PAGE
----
TechCrunch explains in more details:

OpenSocial is a set of three common APIs, defined by Google with input from partners, that allow developers to access core functions and information at social networks:

  • Profile Information (user data)
  • Friends Information (social graph)
  • Activities (things that happen, News Feed type stuff)

Hosts agree to accept the API calls and return appropriate data. Google won’t try to provide universal API coverage for special use cases, instead focusing on the most common uses. Specialized functions/data can be accessed from the hosts directly via their own APIs.

What it means: this is a major announcement, maybe the biggest announcement of the year. Standardizing the social web will go a long way towards the explosion of social as a key element of the Web operating system and one more step towards the web becoming a gigantic word of mouth machine. You’ll want to embrace these standards.

Update: According to AlleyInsider, MySpace will announce today that they join the OpenSocial “alliance”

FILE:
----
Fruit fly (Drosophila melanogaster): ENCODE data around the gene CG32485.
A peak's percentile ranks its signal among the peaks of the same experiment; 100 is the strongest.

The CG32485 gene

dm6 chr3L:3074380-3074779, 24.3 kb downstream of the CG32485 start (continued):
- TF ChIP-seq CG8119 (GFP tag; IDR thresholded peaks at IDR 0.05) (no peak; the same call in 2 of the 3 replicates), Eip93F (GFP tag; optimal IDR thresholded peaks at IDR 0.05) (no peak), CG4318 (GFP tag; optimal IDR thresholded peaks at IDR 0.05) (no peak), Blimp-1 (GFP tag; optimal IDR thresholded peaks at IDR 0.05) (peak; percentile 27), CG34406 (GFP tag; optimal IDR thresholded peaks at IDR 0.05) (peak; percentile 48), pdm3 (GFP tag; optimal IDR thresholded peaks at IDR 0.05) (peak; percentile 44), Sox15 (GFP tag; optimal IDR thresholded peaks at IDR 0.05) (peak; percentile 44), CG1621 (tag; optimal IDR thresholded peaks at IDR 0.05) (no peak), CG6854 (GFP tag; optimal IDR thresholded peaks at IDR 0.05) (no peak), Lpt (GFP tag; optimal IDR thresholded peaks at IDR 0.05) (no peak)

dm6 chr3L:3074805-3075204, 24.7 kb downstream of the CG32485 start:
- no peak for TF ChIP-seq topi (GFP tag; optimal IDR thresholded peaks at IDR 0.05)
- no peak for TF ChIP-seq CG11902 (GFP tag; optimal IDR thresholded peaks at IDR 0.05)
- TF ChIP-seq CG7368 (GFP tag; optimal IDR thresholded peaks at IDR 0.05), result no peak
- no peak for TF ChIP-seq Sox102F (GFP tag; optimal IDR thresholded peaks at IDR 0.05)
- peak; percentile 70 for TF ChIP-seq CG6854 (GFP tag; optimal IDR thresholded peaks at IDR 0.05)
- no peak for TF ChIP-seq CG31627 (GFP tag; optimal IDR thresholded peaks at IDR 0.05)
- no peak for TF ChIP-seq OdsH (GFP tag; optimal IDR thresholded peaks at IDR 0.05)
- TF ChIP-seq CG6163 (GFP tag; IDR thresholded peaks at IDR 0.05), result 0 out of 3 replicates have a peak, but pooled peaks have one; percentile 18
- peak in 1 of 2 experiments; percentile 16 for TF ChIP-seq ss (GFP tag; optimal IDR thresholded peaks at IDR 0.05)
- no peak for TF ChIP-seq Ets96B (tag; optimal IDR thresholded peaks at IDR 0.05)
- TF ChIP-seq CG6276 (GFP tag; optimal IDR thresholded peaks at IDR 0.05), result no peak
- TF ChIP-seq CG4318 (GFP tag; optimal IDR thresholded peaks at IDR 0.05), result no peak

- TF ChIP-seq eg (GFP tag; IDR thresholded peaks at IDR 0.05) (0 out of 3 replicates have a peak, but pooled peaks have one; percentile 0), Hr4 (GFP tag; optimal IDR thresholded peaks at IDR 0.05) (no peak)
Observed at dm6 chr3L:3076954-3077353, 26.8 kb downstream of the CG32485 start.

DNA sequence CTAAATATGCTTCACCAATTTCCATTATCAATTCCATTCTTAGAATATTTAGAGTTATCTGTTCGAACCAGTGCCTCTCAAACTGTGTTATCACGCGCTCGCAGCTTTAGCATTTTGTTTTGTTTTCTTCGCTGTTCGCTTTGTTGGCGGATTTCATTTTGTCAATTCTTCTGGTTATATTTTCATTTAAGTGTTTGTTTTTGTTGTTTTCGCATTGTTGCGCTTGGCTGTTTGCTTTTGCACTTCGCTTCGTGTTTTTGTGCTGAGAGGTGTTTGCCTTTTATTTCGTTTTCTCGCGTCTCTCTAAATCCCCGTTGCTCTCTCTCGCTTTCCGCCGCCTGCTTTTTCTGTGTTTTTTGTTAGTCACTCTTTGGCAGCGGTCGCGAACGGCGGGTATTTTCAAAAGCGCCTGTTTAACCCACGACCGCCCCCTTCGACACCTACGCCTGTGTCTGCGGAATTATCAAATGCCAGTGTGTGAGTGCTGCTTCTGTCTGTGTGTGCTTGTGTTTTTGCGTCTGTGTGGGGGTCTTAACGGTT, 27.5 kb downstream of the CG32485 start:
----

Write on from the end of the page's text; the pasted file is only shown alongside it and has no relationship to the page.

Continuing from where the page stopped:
Update2: Techcrunch reports that blog software publisher SixApart is also joining. Bebo also.

Google Opening Its Social Graph?

TechCrunch reports on a secret meeting that happened at Google in the last few days. It looks like Google is about to “out open” Facebook by allowing developers to leverage Google’s social graph information.

The short version: Google will announce a new set of APIs on November 5 that will allow developers to leverage Google’s social graph data. They’ll start with Orkut and iGoogle (Google’s personalized home page), and expand from there to include Gmail, Google Talk and other Google services over time.

On November 5 we’ll likely see third party iGoogle gadgets that leverage Orkut’s social graph information – the most basic implementation of what Google is planning. From there we may see a lot more – such as the ability to pull Orkut data outside of Google and into third party applications via the APIs. And Google is also considering allowing third parties to join the party at the other end of the platform – meaning other social networks (think Bebo, Friendster, Twitter, Digg and thousands of others) to give access to their user data to developers through those same APIs.

And that is a potentially killer strategy. Facebook has a platform to allow third parties to build applications on Facebook itself. But what Google may be planning is significantly more open – allowing third parties to both push and pull data, into and out of Google and non-Google applications.

That big rumor comes on the heels of another big announcement from Six Apart about open sourcing the Web’s social graph (a la OpenID). If you thought the Web was fragmented, wait until you can start building application on top of Google, Yahoo or MSN’s social graphs…